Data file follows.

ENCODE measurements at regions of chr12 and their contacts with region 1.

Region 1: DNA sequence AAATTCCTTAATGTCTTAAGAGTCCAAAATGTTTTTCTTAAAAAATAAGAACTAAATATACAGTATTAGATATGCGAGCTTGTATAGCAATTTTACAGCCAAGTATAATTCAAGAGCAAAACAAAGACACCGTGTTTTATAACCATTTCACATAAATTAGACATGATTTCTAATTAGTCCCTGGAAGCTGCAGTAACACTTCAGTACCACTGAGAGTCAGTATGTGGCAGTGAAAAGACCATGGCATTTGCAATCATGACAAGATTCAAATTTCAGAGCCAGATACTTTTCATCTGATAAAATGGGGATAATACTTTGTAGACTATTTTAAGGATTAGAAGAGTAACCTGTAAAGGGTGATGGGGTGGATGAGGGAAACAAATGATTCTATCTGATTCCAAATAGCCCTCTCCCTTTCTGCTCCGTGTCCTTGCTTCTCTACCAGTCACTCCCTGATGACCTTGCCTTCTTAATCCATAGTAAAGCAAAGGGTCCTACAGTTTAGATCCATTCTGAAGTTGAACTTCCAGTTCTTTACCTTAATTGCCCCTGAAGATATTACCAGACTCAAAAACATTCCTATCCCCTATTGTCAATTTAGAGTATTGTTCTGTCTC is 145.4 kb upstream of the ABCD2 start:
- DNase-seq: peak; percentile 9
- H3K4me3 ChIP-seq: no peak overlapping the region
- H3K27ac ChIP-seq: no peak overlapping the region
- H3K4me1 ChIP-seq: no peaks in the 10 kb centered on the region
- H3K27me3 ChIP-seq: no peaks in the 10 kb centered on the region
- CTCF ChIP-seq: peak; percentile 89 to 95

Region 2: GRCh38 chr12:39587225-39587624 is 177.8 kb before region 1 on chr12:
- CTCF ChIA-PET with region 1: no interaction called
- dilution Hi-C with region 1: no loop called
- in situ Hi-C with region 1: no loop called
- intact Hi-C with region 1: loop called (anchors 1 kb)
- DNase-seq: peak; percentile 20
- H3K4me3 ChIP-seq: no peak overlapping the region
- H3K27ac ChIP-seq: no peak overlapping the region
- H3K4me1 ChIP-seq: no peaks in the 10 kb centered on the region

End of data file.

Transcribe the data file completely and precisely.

ENCODE measurements at regions of chr12 and their contacts with region 1.

Region 1: DNA sequence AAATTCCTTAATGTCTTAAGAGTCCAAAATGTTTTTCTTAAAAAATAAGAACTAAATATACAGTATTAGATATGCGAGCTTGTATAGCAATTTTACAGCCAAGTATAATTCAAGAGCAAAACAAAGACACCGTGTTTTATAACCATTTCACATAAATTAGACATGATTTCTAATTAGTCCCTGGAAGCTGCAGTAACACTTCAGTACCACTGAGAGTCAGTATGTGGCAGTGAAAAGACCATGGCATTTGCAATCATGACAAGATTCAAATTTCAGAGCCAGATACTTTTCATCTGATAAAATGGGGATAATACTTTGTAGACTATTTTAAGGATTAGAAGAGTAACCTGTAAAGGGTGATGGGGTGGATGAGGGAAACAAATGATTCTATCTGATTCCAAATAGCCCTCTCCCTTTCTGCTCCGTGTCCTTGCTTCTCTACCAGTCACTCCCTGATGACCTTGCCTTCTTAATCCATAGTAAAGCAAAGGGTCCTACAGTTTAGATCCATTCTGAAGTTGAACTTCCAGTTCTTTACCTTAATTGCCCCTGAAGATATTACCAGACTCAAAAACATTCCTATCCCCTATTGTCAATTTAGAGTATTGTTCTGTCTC is 145.4 kb upstream of the ABCD2 start:
- DNase-seq: peak; percentile 9
- H3K4me3 ChIP-seq: no peak overlapping the region
- H3K27ac ChIP-seq: no peak overlapping the region
- H3K4me1 ChIP-seq: no peaks in the 10 kb centered on the region
- H3K27me3 ChIP-seq: no peaks in the 10 kb centered on the region
- CTCF ChIP-seq: peak; percentile 89 to 95

Region 2: GRCh38 chr12:39587225-39587624 is 177.8 kb before region 1 on chr12:
- CTCF ChIA-PET with region 1: no interaction called
- dilution Hi-C with region 1: no loop called
- in situ Hi-C with region 1: no loop called
- intact Hi-C with region 1: loop called (anchors 1 kb)
- DNase-seq: peak; percentile 20
- H3K4me3 ChIP-seq: no peak overlapping the region
- H3K27ac ChIP-seq: no peak overlapping the region
- H3K4me1 ChIP-seq: no peaks in the 10 kb centered on the region